Participants identified several OLEs facilitated by educators as having the potential to provide positive experiences. Discussions relating to the university-led OLE recognized it as a valuable tool in some instances (‘if you missed a lecture, or […] when you’re revising, everything’s there in the folder every week’ [Sam]), but generally it was perceived negatively, construed as an ineffective learning tool that was not uniform in design, with a one-way flow of communication that actually discouraged interaction and engagement:
It’s also like a bad communication tool at the moment. (Mark)
Those discussions on the VLE [university OLE] I don’t think they work personally,
I don’t know anyone that uses them or that has used them. […] and if it’s not organized and if it is not easy to use… ugh. (Hazel)
What you have on [university OLE] is the lecturer puts stuff and you take it from that, but there isn’t actually any interaction. (Debby)
Students also felt uncomfortable and particularly self-conscious if they openly interacted with the university-led OLE, with them frequently mentioning their need for reassurance from friends that they were on the right track in their studies. This need for student-to-student engagement was seen as a valuable part of a positive student learning experience:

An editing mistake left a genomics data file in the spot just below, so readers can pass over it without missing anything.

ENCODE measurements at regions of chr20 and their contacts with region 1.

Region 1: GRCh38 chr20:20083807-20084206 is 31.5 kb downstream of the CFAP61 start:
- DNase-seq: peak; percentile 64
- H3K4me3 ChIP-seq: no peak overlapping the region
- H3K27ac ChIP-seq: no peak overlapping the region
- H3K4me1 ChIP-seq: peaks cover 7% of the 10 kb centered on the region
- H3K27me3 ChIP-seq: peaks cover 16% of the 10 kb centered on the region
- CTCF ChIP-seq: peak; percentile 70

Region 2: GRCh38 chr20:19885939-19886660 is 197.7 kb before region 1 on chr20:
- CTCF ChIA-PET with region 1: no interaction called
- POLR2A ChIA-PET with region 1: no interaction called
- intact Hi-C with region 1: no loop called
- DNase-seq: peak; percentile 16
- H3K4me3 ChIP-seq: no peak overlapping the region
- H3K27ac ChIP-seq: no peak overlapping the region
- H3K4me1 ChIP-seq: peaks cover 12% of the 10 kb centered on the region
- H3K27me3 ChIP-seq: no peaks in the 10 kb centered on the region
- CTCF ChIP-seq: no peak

I remember one subject there was a discussion group [university OLE] but I would never put a question on that, I wouldn’t feel comfortable. I would feel I would just ask my friends, so why would I need to put it on that [university OLE]. (Lisa)
An alternative OLE that was deemed as an effective method for collaboration, engagement, and learning was Storify. Storify was mentioned across each of the focus groups (it was being used as part of a mandatory marketing module in second year at both universities). The content of the Storify is created by the educator and the students engaging with each other. The participants who had used Storify viewed this OLE as an easy-to-use and effective medium for their learning, especially the visual aspect:
That Storify thing is good, I use that a lot … it is easy because you know everything is there that you need, well not everything obviously, but a lot of stuff is there that you need, you can just click on it [Storify page]. (Hazel)
The videos are more useful as well, as you can still do other stuff, like do the ironing, or like play on the PlayStation or something… it is a subliminal sort of thing I think. (John)
It gives you almost like an advantage… it gives you like real-life examples that are really needed when you’re analysing things. (Debby)
Theme 2: Student engagement and experiences with SMNs